Money and Markets

Proof-of-work crypto mining should be banned in the EU, says European markets regulator

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Artyom Geodakyan/Getty Images
Artyom Geodakyan/Getty Images
  • The vice chair of the European Securities and Markets Authority called for a ban proof-of-work bitcoin mining. 
  • "We need to have a discussion about shifting the industry to a more efficient technology," Erik Thedéen told the Financial Times.
  • Proof-of-work mining is more energy intensive than proof-of-stake mining, but less secure. 
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    Erik Thedéen, the vice chair of the European Securities and Markets Authority, said the European Union should ban proof-of-work mining for bitcoin, according to a Financial Times report.

    European regulators should instead prioritise proof-of-stake mining over the more energy-intensive proof-of-work mining, he told the FT. 

    "We need to have a discussion about shifting the industry to a more efficient technology," Thedéen said. 

    The vice chair called for a bloc-wide ban on proof-of-work mining as it has become a "national issue" in his native Sweden due to the large amount of renewable energy it uses. The energy-intensive work impedes climate goals and takes away resources from other projects, Thedéen explained.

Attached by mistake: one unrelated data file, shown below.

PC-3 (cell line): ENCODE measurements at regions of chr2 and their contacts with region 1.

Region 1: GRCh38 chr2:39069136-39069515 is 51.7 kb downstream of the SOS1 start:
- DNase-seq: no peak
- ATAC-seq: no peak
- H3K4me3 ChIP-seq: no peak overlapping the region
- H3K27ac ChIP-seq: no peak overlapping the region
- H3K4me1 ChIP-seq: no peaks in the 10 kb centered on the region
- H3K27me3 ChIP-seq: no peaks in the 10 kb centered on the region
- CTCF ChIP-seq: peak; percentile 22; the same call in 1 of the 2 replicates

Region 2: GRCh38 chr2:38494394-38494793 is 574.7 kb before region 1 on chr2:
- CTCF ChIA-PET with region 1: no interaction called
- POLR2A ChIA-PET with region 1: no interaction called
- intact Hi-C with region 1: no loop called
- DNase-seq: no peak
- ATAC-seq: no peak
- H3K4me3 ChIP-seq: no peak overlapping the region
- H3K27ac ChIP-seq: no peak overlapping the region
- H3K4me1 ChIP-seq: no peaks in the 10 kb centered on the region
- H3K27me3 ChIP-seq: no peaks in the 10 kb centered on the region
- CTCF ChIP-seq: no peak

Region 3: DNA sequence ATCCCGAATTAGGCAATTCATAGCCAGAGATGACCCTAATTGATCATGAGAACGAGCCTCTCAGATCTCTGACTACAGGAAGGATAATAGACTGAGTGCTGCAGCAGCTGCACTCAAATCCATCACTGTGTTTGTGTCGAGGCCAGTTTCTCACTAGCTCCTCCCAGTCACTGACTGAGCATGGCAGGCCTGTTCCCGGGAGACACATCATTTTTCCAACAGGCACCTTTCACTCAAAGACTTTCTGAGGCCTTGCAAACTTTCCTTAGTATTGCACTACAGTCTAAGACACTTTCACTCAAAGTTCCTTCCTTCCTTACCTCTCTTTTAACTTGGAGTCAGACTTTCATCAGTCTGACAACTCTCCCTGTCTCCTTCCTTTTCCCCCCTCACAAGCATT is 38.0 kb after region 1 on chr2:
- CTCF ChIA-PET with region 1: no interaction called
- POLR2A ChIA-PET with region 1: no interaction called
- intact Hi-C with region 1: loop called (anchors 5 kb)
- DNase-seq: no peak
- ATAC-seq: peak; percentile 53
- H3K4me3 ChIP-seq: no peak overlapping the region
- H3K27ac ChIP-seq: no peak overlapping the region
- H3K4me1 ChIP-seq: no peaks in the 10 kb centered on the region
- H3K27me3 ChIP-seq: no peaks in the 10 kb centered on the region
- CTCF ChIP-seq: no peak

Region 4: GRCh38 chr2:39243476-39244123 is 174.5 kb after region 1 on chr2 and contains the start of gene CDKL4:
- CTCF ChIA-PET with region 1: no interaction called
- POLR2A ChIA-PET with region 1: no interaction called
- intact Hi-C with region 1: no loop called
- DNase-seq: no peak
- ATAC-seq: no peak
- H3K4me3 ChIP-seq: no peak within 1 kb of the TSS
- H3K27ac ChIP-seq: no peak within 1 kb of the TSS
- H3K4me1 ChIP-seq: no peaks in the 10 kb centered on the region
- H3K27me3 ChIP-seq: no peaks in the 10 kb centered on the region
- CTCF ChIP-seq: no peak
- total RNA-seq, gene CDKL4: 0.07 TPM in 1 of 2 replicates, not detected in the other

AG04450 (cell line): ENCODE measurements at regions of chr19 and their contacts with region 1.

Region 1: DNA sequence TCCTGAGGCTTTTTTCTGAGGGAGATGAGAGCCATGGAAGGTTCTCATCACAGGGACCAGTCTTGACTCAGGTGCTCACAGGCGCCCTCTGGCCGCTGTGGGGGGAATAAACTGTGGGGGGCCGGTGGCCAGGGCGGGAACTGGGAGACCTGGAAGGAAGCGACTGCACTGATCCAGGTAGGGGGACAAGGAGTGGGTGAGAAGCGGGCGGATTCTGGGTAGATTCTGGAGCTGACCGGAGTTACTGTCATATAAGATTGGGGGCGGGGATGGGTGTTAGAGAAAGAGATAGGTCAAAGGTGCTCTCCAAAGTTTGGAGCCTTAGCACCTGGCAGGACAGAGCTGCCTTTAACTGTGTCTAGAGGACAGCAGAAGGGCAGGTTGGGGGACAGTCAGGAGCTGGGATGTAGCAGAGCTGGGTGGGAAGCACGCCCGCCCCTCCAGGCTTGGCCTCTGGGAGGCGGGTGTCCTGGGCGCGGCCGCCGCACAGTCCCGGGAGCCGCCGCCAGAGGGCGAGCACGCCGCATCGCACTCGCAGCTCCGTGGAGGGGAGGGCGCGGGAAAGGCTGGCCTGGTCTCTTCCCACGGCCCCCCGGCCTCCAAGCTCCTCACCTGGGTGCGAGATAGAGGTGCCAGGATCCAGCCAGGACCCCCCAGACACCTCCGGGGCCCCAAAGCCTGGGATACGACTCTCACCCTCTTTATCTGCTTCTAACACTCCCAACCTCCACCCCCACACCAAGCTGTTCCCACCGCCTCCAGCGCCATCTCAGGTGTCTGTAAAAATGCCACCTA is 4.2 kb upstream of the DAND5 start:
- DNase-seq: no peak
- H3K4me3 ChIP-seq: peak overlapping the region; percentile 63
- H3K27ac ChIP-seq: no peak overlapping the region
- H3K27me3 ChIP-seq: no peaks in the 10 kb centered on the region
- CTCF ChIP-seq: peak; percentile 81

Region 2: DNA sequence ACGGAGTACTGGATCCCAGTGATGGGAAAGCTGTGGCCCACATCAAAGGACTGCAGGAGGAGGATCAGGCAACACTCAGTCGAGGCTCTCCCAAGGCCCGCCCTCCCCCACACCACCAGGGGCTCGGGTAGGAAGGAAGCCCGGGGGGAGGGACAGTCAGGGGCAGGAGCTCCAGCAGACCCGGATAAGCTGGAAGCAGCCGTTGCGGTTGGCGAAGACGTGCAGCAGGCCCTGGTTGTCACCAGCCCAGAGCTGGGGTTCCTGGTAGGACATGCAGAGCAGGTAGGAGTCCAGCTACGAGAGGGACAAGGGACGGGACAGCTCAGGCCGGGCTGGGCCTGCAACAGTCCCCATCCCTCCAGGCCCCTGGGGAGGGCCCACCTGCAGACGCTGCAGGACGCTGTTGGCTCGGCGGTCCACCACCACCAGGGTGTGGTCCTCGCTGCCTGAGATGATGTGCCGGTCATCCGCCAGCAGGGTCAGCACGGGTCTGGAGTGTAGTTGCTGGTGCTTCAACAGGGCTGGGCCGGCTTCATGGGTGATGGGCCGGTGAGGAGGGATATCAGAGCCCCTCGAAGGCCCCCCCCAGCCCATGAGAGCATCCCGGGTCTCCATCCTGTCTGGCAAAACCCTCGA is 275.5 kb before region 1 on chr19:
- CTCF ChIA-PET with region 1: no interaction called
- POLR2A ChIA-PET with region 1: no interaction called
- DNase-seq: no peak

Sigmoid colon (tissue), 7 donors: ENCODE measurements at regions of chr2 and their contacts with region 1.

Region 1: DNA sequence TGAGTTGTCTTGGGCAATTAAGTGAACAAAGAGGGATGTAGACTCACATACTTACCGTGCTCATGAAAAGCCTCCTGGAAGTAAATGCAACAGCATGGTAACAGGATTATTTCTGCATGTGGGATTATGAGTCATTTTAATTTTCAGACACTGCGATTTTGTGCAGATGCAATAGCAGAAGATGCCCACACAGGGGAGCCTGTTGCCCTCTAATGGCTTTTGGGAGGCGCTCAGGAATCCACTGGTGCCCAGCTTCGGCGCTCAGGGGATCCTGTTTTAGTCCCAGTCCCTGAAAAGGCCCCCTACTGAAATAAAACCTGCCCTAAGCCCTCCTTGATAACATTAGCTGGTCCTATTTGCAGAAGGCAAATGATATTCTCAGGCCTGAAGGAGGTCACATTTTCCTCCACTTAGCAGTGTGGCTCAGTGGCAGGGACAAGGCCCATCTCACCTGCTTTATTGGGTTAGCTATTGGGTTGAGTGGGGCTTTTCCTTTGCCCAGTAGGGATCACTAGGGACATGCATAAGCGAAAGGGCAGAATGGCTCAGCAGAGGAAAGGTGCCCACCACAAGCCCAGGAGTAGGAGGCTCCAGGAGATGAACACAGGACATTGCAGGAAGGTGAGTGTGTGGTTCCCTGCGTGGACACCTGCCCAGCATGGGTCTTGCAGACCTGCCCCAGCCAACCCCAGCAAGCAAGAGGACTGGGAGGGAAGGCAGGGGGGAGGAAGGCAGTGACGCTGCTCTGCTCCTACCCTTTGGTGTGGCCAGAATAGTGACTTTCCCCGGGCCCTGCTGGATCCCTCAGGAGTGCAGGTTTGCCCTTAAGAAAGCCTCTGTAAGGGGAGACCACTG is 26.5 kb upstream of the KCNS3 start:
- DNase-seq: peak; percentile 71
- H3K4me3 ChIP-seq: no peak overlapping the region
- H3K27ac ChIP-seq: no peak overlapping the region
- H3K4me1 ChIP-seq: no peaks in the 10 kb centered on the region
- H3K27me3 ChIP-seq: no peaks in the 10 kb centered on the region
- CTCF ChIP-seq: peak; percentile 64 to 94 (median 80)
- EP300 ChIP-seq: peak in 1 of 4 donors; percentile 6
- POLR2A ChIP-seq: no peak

"The solution is to ban proof-of-work," he said.

    The two primary ways to verify cryptocurrency transactions are through proof-of-work and proof-of-stake.

    Proof-of-stake — the less energy-intensive method — asks participants to put up cryptocurrency as collateral for the opportunity to successfully approve transactions. 

    Proof-of-work requires participants to expend large amounts of computational resources and energy to generate new blocks on the blockchain. It is a more secure method, though it consumes more energy. 

    The energy needed to collect bitcoin, among other tokens, through proof-of-work mining continues to raise controversy. Last year, Elon Musk said Tesla would stop taking bitcoin payments, citing the network's energy use. 

    Tesla will only start accepting bitcoin as a form of again once mining uses 50% renewable energy, he said, adding that crypto "is a good idea…but this cannot come at great cost to the environment." 

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